It’s just as important to establish a routine with your dogs. As I mentioned in a previous blog, they are delighted to have us at home and, if we let them, they will try to appropriate us solely for themselves. But, no matter how much we love our dogs and kids, all of us need space to breathe, recharge the batteries, and to focus occasionally on ourselves.
If we allow our dogs to encroach completely, we’ll be storing up problems when life goes back to normal. If we’re not careful, we’ll suddenly find our dogs can’t live without us and they become emotionally insecure in our absence, and needy for our undivided attention.
To avoid this, establish a few ground rules:
Your dog has a walk or even two at certain times each day. After that, he goes into bed/crate to settle or takes advantage of beautiful spring days outside for a while.
During that time, everyone leaves him alone so he has no distractions and he learns to be on his own. Remember that old saying: Let sleeping dogs lie! Adopt it as a house rule.
If you already have a ‘needy’ dog, practice your own ‘physical distancing’. Close the door behind you, when you walk out of a room so your dog can’t follow you everywhere. Only return to the room if your dog is quiet. And don’t make a big fuss of him on your return.
Some dogs want your attention all the time. So they nudge you, jump up, demand to sit on your lap, bring their toys over for you to play with them, whine or bark at you. Any of those behaviours sound familiar? Suddenly, you feel overwhelmed by all the attention because you also have to see to the demands of family members permanently at home too. Everybody wants a piece of you!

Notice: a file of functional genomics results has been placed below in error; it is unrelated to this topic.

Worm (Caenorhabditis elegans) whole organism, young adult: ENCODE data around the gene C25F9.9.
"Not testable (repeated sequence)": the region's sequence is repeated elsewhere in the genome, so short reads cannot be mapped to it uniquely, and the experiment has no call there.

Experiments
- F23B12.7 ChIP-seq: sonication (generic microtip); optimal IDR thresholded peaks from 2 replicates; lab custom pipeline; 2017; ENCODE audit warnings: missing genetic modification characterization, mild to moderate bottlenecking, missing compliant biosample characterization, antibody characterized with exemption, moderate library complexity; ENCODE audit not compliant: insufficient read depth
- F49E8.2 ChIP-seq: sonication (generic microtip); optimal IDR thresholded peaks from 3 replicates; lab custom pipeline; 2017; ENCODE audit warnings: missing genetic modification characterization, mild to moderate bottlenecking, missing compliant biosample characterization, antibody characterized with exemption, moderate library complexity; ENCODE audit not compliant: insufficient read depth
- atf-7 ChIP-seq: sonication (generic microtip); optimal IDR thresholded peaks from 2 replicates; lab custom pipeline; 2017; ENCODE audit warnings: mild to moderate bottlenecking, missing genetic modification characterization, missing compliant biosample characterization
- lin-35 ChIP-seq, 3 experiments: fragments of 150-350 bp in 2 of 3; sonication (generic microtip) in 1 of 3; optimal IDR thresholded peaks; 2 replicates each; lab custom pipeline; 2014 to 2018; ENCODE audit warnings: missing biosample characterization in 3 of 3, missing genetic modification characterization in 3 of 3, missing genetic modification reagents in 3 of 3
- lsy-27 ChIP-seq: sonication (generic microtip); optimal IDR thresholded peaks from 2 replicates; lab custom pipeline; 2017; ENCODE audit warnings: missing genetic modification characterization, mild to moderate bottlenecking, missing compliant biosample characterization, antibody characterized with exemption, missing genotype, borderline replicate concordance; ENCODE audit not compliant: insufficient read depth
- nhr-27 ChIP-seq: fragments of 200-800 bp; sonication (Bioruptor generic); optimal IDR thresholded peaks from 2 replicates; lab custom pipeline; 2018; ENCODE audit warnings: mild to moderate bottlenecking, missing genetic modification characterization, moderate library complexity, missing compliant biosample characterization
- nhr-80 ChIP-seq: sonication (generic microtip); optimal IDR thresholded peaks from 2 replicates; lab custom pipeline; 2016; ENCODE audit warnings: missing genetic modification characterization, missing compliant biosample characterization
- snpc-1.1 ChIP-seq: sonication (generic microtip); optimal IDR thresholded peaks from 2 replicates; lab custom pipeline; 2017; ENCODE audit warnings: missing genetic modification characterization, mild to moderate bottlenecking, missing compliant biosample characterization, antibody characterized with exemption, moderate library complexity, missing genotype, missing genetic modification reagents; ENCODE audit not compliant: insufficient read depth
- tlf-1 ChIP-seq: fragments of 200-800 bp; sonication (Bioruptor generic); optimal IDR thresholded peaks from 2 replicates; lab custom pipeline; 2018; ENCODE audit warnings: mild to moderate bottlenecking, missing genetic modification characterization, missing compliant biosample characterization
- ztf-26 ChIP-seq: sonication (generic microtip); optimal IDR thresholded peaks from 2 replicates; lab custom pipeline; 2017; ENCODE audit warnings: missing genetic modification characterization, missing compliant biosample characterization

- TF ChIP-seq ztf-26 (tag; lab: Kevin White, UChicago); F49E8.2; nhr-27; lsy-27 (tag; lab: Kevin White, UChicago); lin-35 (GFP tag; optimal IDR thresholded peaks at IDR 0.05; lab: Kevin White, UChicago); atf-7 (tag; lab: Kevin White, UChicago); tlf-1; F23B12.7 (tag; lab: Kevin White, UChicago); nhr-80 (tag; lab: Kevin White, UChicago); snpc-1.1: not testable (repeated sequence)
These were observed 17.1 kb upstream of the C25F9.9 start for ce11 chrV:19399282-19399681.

When your dog does any of the above behaviours, avert your eyes from him and ignore until he stops. Just say ‘Good’ and carry on with whatever you’re doing.
Remember, dogs are pretty clever. Any behaviour that isn’t acknowledged by you isn’t worth doing! However, if you keep telling your dog ‘No’ or ‘Stop’, he now has your attention. It may be negative attention but it’s still what he wanted!
By ignoring your dog, you keep your cool and your blood pressure down. Apart from those important things, it’s a more powerful way of getting the desired behaviour.
However, call your dog over at other times (not when he’s asleep!) and make a big fuss of him or give him a game. You’ve started the behaviour and it means more to you and him because you really want to give him attention rather than him demanding it. Apart from the learning curve for your dog, constant demands for attention are extremely stressful. After a while you’ll lose patience and snap. Your dog reacts by looking hurt; you feel guilty, and the whole activity begins all over again!
It’s important to find a happy balance so that you and your dog can enjoy each other!